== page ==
A pre-show party at Pagan Idol the evening before featured Spiribam rums, and called together numerous rum industry influencers, including Foursquare Rum Distillery’s Richard Seale, Benoît Bail and Jerry Gitany of The Rum Embassy, as well as many hardcore California Tiki scene enthusiasts.
Recently, I shared my article on Cuban rum regulations, which started out, “Rum has no rules? Think again!”–a topic I’ve written about before.
In response to my post, Richard wrote an extremely long and well-articulated comment that’s simply too informative to lose in the desert of Facebook comments. So with Richard’s permission, I’m reprinting it here with just slight touchup of typos and such.
Rum has no rules? Honestly, how could something so completely inane be not only spread but be believed and repeated again and again with authority?
And the notion that this “lack of rules” was somehow wonderful, so producers can be “creative.” What nonsense.
In the aftermath of a May 2017 trip to Cuba with Havana Club, I wrote several articles about Cuban rum. The Cuban Rum Cheat Sheet provides a broad introduction to Cuban rum history and how it’s made. The follow up article took a detailed look at the many lives of the Havana Club brand. Next, I went inside Havana Club’s San José distillery to show how aguardiente and subsequently rum is made. In this final dispatch, I’ll go hyper-wonky, with a complete, English language translation of Cuba’s “DOP,” their regulations for making rum.
It’s popular to say that rum has no rules. But take a look around, and you’ll find that many rum producing countries have detailed regulations about what’s required to label your rum as a product of that country. The most famous, of course, is the Martinique AOC, considered by many to be very strict in its prescriptions for rhum production. Brazil also writes regulation for Cachaça. In late 2016, Jamaica’s rum producers approved a Geographical Indication (aka “GI”) for rums made there.
In May 2017, I traveled to Cuba to immerse myself in the topic of Cuban rum as a guest of Havana Club. My two prior articles (Cuban Rum Cheat Sheet and The Many Lives of Havana Club) cover the broad strokes of Cuban rum and Havana Club’s history. Here, we’ll go inside a Cuban distillery and focus on the technical side of Cuban rum production.
We’ve been riding in the tourist coach for thirty minutes. Just outside of Havana, the highway scenery turns to lush, green farmland. Exiting the freeway I instinctively check my pocket for the umpteenth time – yes, my passport’s still there. The Havana Club handlers have repeatedly drilled us on this tenet in the preceding days: No passport, no admittance to the distillery. As an American–one of only two in our group of fifty–I’ve been forewarned that I might face an additional challenge. Extra paperwork and approval is required for Americans. I’d sent in my forms weeks ago, but who knows if the appropriate Cuban bureaucrat agreed to approve it?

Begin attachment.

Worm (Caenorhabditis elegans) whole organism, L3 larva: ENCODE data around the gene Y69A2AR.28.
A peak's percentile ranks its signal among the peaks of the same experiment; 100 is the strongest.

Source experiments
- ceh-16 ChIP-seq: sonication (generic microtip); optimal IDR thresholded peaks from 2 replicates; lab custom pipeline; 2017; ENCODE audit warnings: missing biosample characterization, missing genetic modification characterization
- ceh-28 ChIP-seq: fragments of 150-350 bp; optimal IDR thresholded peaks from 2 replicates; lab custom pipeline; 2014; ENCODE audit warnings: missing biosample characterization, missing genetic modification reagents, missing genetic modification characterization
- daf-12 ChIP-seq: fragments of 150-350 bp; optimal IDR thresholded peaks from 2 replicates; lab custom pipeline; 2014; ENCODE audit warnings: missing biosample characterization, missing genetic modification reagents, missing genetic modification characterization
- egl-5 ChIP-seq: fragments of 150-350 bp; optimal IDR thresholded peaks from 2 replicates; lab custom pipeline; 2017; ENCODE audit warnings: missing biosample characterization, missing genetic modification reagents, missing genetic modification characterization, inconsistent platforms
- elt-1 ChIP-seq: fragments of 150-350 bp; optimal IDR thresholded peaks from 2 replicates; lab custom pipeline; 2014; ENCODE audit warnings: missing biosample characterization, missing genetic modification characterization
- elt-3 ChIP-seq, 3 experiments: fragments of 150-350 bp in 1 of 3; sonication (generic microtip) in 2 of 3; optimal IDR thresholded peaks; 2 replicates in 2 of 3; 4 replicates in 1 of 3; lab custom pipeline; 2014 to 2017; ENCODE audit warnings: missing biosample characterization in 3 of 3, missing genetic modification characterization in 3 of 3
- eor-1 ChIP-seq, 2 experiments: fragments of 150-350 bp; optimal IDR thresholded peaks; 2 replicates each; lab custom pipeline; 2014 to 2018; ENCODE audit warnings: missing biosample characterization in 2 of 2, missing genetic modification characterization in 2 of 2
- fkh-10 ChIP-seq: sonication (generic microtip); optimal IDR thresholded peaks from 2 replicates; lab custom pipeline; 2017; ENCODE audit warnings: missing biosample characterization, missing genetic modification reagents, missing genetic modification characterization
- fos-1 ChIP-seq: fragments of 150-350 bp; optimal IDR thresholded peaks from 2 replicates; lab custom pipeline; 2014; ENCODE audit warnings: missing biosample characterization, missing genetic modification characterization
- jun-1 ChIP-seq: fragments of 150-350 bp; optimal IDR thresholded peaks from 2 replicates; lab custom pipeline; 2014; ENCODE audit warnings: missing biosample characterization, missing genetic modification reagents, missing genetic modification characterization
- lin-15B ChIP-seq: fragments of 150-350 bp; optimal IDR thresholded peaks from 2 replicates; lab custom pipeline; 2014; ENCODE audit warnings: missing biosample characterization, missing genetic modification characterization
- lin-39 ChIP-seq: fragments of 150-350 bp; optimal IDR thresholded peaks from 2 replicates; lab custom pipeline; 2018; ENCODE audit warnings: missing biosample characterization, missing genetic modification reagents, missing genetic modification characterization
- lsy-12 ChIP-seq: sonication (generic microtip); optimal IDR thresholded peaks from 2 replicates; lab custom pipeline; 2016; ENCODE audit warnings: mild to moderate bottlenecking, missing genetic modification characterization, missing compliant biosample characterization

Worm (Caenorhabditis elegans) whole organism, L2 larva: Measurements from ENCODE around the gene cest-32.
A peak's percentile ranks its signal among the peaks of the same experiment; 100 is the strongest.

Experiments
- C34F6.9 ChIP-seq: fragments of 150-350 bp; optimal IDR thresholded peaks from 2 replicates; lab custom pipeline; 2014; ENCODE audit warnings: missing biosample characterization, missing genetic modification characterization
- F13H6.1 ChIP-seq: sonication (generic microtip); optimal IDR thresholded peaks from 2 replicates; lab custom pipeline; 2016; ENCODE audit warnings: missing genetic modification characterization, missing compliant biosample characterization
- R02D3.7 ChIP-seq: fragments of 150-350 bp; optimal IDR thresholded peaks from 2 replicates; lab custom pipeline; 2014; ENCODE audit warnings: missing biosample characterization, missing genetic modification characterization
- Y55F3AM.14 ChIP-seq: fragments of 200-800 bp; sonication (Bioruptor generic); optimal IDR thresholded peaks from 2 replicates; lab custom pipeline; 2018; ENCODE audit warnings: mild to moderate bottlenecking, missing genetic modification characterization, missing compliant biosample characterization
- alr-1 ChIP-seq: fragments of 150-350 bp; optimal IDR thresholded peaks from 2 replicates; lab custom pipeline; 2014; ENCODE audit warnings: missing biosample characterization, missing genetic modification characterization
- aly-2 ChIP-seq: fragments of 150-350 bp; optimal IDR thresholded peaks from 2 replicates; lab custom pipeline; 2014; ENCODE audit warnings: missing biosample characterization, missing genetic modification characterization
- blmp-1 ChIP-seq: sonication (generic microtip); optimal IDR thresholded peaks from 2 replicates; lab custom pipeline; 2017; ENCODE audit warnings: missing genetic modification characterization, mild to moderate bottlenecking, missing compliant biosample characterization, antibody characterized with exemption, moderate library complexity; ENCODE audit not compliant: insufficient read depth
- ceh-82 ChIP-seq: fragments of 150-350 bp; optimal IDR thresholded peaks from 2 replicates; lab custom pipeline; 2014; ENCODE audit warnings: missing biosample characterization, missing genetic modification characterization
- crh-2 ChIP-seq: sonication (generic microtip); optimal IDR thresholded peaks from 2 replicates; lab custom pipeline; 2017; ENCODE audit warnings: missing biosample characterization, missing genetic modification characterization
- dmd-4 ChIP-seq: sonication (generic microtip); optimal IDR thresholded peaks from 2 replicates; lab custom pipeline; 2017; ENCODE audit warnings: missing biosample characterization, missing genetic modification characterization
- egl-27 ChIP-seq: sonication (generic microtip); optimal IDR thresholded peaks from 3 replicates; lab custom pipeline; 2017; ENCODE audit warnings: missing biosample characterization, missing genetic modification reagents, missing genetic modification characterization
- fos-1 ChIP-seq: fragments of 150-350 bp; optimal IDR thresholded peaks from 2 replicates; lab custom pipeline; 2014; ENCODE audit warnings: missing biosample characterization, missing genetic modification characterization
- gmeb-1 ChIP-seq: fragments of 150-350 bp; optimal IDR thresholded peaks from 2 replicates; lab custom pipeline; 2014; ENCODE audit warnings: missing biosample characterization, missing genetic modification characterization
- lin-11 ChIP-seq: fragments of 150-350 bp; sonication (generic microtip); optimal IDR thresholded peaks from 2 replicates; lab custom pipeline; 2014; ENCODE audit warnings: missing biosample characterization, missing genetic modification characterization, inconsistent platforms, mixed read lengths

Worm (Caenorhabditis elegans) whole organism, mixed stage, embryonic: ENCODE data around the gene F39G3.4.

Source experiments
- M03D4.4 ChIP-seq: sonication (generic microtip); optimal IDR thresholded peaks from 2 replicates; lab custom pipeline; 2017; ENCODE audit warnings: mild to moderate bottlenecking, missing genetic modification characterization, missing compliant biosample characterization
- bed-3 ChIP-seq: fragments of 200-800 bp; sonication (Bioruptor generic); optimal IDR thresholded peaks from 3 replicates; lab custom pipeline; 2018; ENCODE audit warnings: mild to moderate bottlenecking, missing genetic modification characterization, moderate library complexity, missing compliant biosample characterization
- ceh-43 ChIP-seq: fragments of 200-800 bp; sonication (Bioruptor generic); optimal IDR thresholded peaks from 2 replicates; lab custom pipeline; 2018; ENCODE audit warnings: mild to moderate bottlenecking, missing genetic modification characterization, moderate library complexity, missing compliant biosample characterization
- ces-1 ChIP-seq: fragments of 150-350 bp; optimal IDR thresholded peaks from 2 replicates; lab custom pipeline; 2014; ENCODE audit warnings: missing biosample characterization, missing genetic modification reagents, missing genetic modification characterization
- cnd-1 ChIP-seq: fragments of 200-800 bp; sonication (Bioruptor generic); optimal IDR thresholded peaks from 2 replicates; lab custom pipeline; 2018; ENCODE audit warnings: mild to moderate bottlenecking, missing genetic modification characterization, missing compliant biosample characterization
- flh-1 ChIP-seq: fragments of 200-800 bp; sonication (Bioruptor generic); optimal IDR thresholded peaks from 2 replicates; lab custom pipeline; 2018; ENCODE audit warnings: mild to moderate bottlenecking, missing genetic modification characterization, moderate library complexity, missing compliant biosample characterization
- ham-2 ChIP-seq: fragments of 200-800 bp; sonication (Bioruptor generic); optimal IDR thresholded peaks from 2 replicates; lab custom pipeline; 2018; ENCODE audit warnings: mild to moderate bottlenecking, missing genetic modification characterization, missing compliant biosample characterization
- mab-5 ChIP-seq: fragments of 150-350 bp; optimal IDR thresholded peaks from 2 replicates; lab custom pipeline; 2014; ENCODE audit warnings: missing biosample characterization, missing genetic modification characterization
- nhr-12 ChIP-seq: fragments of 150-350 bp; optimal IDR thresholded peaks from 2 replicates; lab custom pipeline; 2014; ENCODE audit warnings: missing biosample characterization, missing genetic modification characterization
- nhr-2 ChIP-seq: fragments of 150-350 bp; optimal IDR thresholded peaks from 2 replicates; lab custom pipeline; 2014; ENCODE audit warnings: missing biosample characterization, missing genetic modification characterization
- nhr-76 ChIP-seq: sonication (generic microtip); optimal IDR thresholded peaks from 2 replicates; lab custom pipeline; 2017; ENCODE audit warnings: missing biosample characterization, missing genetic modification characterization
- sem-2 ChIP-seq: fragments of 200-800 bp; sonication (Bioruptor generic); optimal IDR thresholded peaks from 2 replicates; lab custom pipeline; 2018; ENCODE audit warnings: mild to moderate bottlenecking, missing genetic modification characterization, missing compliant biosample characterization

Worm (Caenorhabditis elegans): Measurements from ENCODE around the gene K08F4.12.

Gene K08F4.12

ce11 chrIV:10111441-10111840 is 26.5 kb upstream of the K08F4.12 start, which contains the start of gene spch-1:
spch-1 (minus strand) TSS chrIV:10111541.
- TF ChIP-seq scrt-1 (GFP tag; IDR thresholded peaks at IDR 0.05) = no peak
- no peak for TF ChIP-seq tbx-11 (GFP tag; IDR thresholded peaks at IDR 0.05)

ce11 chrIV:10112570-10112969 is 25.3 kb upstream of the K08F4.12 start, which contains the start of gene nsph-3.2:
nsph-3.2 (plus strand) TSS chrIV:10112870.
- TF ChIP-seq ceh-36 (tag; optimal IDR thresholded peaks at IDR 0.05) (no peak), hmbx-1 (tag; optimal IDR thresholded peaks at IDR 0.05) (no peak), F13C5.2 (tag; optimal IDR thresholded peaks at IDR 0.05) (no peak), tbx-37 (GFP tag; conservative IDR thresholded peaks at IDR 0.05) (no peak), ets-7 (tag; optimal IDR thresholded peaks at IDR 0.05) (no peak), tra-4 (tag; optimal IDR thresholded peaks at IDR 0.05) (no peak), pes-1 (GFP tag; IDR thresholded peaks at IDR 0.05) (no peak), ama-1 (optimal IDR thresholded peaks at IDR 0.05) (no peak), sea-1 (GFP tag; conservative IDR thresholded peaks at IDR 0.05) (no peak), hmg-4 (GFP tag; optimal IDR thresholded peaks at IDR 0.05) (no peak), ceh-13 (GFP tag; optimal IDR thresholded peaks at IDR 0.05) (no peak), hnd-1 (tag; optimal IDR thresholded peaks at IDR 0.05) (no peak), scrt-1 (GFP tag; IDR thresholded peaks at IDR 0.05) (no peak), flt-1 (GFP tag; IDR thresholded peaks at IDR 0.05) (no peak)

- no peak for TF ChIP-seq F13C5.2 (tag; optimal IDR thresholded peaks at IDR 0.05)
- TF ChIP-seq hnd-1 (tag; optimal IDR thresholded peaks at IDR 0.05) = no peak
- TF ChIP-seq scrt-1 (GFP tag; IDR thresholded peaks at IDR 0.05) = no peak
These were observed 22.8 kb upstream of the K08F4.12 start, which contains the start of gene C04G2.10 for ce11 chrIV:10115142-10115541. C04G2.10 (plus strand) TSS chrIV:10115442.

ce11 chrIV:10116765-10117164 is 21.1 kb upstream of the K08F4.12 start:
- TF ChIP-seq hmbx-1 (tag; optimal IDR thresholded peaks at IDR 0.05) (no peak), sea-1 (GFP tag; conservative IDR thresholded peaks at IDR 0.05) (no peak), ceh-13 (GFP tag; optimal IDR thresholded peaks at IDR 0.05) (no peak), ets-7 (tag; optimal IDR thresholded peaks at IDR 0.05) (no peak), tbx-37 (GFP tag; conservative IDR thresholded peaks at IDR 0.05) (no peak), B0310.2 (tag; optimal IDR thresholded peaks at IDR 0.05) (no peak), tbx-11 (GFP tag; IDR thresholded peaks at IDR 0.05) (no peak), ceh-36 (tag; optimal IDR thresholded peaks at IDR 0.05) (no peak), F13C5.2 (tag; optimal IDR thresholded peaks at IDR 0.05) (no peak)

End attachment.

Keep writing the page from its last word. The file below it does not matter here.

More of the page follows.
Spend any time pondering today’s rum industry, and mysteries start to pile up. Why are there so many brands without a distillery? How is there so much rum aged for multiple decades available at very low prices? What exactly are the Jamaicans doing to make their rum so funky? All great questions, but answering them is modest in scope compared to truly understanding Havana Club, the flagship rum of Cuba.
Havana Club is the third largest Caribbean rum brand, yet in America, the world’s largest market for Caribbean rum, most people have never laid eyes on a Cuban-made rum, much less tasted it. To complicate matters, Americans can buy rum with a Havana Club label, but it wasn’t made in Cuba by Havana Club. Yet travel to Europe or Asia, and Cuban-made Havana Club rum is everywhere. Behind this dichotomy are corporate behemoths with billions of dollars at their disposal, who’ve wrangled in international courts for decades with no clear end in sight.
Dateline: New Orleans. 5:30 PM on Wednesday night, day two of Tales of the Cocktail 2017.
I’m perched on my seat at Beachbum Berry’s Latitude 29. (Really, would you expect me many anywhere else?) A few feet away I spot Martin Cate and Jeff Berry chatting in a nook. Soon they’re joined by David Wondrich. A few minutes later, Scotty Schuder and Paul McFadyen. The rogue’s gallery of Tiki icons and rum experts on the Plantation Rum O.F.T.D. Overproof label (missing only Paul McGee) has appeared without warning and likely without planning. When moments like this are commonplace, it’s easy to see why the annual Tales of the Cocktail gathering is becoming a not-to-miss destination for rum enthusiasts.